Methods of Classification
Currently, as known to scientists, there are approximately five
thousand species of sponges, rendering this phylum one of the most
biodiverse collections of organisms, despite their simplicity of
composition. For the past two centuries, scientists have disputed
the means of classification for porifera. In the hierarchial classification
of sponge taxonomy, an entire class has been dissolved in the past
few years. It is difficult to delineate between species due to to
simple physical features. Therefore, it is critical that meticulous
techniques of classification are maintained and developed for utilization
Jane Fromont, a curator of the Western Australian Museum, was an
extremely helpful contributer to our page. The majorityof the information
on this particular page was derived from her paper, written along
with Patricia Bergquist, entitled, "Structural Characters and Their
Use in Sponge Taxonomy: When Is a Sigma Not a Sigma?" We thank Dr.
Fromont for her help and assistance throughout the development of
our web site.
There are several different methods which may be applied. Structural
methods essentially analyze the spicules of a species. Genera are
structured due to similarities. However, such a method is extremely
general. By simply using the spicules of a species, complications
may arise. For species to be identical, there must be perfectly
identical genetic connections.
Cladisitic methods search for characters that are standard throughout
two or more organisms. In resembling eachother, there may be advanced
or simple characters. Those with advanced characters, referred to
as synapomorphies, are often more accurate in ensuring a monophyletic
group. Advanced characters are derived from a common ancestor, thus
indicating a relationship. Primitive characters, referred to as
symplesiomorphies, indicate a paraphyletic group. When advanced
characteristics are similar between species, the relationship is
closer than if the characteristics are paraphyletic. For example,
all sponges have sterol complements. However, if two species have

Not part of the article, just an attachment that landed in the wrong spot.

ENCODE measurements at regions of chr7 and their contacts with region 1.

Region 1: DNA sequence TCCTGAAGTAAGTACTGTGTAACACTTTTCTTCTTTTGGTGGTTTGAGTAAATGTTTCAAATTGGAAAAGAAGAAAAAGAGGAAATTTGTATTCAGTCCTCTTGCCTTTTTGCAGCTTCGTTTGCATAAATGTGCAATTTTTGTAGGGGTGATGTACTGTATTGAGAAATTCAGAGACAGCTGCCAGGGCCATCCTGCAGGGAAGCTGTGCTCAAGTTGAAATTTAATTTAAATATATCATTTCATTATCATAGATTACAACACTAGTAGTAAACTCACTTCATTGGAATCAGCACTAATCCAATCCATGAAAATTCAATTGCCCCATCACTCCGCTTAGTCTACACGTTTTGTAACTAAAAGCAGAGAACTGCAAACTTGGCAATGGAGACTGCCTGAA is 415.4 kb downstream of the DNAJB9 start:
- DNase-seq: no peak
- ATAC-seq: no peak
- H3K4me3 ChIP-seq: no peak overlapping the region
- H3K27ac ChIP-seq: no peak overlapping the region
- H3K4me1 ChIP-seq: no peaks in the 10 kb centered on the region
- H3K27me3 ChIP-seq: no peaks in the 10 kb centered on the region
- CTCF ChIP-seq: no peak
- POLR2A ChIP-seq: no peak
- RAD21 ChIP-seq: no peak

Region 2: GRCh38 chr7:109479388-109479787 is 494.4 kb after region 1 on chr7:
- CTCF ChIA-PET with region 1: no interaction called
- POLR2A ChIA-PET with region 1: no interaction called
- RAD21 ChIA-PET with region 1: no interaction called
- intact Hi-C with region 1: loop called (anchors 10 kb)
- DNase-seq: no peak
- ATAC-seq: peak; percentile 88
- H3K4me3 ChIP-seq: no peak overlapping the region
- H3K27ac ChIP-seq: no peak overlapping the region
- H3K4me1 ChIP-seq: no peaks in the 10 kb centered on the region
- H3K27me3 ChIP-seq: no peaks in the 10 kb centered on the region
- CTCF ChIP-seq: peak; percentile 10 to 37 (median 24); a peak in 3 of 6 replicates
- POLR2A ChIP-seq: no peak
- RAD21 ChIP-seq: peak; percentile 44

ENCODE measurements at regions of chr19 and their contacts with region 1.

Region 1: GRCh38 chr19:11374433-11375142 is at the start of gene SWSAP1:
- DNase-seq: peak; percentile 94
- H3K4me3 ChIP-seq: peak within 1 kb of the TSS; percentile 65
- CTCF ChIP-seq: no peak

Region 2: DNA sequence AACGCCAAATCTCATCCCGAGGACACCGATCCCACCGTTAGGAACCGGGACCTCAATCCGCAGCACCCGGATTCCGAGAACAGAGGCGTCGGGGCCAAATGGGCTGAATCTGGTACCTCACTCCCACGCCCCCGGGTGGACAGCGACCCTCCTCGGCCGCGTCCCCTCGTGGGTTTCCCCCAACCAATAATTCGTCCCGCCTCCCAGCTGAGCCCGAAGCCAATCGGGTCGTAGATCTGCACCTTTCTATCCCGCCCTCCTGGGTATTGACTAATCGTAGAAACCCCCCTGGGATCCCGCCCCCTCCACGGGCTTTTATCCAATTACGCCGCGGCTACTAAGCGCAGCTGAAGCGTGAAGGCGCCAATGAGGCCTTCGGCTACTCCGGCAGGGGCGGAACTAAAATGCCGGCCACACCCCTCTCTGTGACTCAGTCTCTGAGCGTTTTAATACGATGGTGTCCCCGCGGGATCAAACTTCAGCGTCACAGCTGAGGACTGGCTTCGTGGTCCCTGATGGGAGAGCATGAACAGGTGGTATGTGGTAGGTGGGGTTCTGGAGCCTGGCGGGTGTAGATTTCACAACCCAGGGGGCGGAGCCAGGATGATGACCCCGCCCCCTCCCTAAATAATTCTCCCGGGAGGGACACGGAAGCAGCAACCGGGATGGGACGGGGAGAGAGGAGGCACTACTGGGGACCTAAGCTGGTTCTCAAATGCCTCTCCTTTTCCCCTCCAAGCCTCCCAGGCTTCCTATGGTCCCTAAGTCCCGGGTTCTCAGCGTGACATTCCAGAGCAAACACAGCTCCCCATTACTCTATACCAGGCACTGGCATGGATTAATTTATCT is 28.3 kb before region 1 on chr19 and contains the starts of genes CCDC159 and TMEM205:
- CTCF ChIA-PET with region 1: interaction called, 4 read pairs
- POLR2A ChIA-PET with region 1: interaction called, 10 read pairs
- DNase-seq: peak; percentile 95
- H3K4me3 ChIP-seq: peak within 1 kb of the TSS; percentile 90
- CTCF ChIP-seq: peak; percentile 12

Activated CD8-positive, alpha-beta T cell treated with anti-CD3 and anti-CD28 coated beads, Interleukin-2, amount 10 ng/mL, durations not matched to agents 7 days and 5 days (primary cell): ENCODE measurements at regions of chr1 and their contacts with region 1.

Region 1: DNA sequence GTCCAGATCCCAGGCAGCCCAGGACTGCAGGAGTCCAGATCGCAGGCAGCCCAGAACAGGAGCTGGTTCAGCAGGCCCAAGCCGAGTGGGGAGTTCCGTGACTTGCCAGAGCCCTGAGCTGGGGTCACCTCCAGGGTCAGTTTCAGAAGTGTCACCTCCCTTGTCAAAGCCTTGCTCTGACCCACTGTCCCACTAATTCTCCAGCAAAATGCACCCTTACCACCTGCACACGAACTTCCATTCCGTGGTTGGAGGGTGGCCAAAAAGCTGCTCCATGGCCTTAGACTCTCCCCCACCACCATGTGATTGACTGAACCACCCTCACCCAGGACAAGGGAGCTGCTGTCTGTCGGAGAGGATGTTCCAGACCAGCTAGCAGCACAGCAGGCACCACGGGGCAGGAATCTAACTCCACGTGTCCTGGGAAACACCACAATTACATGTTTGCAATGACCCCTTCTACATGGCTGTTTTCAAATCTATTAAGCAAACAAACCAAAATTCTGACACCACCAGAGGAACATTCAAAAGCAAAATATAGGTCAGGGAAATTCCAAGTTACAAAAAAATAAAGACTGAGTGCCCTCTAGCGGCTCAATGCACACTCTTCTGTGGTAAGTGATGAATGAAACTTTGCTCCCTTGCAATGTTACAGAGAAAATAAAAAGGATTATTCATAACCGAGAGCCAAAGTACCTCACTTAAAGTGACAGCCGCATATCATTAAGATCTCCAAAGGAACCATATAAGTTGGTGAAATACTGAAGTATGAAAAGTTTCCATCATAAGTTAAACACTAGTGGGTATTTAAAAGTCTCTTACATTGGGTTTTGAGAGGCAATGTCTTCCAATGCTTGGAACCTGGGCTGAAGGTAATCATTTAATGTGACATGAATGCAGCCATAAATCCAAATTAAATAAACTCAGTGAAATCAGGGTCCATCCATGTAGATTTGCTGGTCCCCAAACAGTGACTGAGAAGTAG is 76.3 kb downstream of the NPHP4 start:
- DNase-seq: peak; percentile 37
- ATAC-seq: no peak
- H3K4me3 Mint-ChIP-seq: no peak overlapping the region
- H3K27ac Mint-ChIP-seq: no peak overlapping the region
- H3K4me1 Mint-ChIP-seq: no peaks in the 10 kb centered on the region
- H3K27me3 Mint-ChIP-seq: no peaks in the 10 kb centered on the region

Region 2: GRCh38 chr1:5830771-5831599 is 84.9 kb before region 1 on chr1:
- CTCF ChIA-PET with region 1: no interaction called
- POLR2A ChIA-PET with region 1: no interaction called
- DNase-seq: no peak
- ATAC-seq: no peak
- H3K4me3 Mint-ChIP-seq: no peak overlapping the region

the exact same sterol complement, they are more closely related.
However, how does one distinguish between advanced or simple characters?
Henning, a scientist who established many of the criteria pertaining
to cladistic classification, used an out-group rule. The rule is
stated "If one takes a given character in members of a monophyletic
group, and looks for its homologue in a sister group (that is a
group more closely related to it than any other group), then if
the character occurs in both, then it is plesiomorphous (a primitive
characteristic) for the group first considered. It is absent in
the sister group and unique to the group under study, it is an apomorphous
(advanced) character." When there is a apomorphous character, the
members of this group share a common ancestor and may be accurately
distributed on the geologic timeline and taxonomic tree. To complement
the structural cladistic methods of classification, scientists also
apply geologic record, biogeographical facts, and other characteristics
exclusive to a specific collection of species.
Currently, however, interest is shifting from the usage of structural
and physical characteristics to classify porifera. Terms are confusing,
and the results are not as definite. When discussing spicules, scientists
must consider both microscleres, spicules that involve individual
structures projecting from the sponge, and megascleres, spicules
that create a skeletal structure. As technology improves, chemicals
and sterol complements are providing answers. However, the old methods
were the basis for the developments of modern times.